Cambridge Quantum Computing (CQC) has joined CERN openlab for what is dubbed as the Quarternion project to explore the application of quantum technologies to particle physics.
“CQC is focussed on using the world’s best science to develop technologies for the coming quantum age,” said Ilyas Khan, Founder and CEO of CQC. “Joining CERN openlab is a special development for any organisation and we look forward to developing advances together.”
Alberto Di Meglio, head of CERN openlab, said this public-private partnership works to accelerate the development of cutting-edge computing technologies for their research community.
Researchers at CERN are exploring the potential offered by quantum computers. Their enhanced computational capabilities could help to improve the analysis and classification of their vast data sets, thus helping to push back the boundaries of particle physics.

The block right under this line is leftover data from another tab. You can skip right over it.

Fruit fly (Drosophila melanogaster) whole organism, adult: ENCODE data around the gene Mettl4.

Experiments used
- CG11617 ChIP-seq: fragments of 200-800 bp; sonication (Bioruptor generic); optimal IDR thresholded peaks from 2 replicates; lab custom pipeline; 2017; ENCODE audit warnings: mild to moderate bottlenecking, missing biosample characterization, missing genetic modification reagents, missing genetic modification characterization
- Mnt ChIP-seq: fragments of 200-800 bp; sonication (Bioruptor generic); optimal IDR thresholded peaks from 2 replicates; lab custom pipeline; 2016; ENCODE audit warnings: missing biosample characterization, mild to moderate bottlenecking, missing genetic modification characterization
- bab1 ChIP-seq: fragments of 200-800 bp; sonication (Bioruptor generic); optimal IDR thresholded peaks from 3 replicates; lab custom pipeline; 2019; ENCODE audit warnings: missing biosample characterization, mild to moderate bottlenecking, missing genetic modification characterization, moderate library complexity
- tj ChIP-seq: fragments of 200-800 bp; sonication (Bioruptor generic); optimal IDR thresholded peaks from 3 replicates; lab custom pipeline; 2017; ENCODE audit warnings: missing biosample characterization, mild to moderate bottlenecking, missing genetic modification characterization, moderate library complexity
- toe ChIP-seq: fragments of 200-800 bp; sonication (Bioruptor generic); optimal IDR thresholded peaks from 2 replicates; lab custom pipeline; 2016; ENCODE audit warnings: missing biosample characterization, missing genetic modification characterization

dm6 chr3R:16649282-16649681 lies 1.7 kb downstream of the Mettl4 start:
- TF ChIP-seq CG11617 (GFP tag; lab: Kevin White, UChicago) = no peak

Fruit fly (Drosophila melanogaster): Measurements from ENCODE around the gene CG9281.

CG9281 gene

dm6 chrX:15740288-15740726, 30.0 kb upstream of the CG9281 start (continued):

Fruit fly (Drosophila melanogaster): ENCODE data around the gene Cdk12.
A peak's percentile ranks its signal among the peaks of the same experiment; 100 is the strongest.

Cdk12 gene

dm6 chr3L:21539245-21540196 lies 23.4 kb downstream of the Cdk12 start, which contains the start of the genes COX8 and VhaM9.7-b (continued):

Working in collaboration with major hardware vendors and users of quantum computing, CERN openlab has launched a number of projects in this domain. To this end, the CERN openlab team will leverage the power of t|ket⟩, CQC’s proprietary quantum development platform.
CQC’s t|ket⟩ converts machine-independent quantum circuits into executable circuits, crucially reducing the number of required operations whilst optimising physical qubit arrangements.
The architecture-agnostic nature of t|ket⟩ will help the members of the CERN openlab project team to work across multiple platforms to achieve optimal results even on today’s noisy quantum hardware.
The Quarternion project will also investigate the application of CQC’s four qubit quantum technology device named Ironbridge to CERN’s Monte Carlo methods for data analysis. Such methods are not only a vital component of particle physics research, but are also applicable to many other areas, such as financial and climate modelling.
Monte Carlo methods use high-quality entropy sources to simulate and analyse complex data. Using CQC’s IronBridge platform, the world’s first commercially available device-independent and quantum-certifiable cryptographic device, the teams will investigate for the first time the effects of certified entropy on Monte Carlo simulations.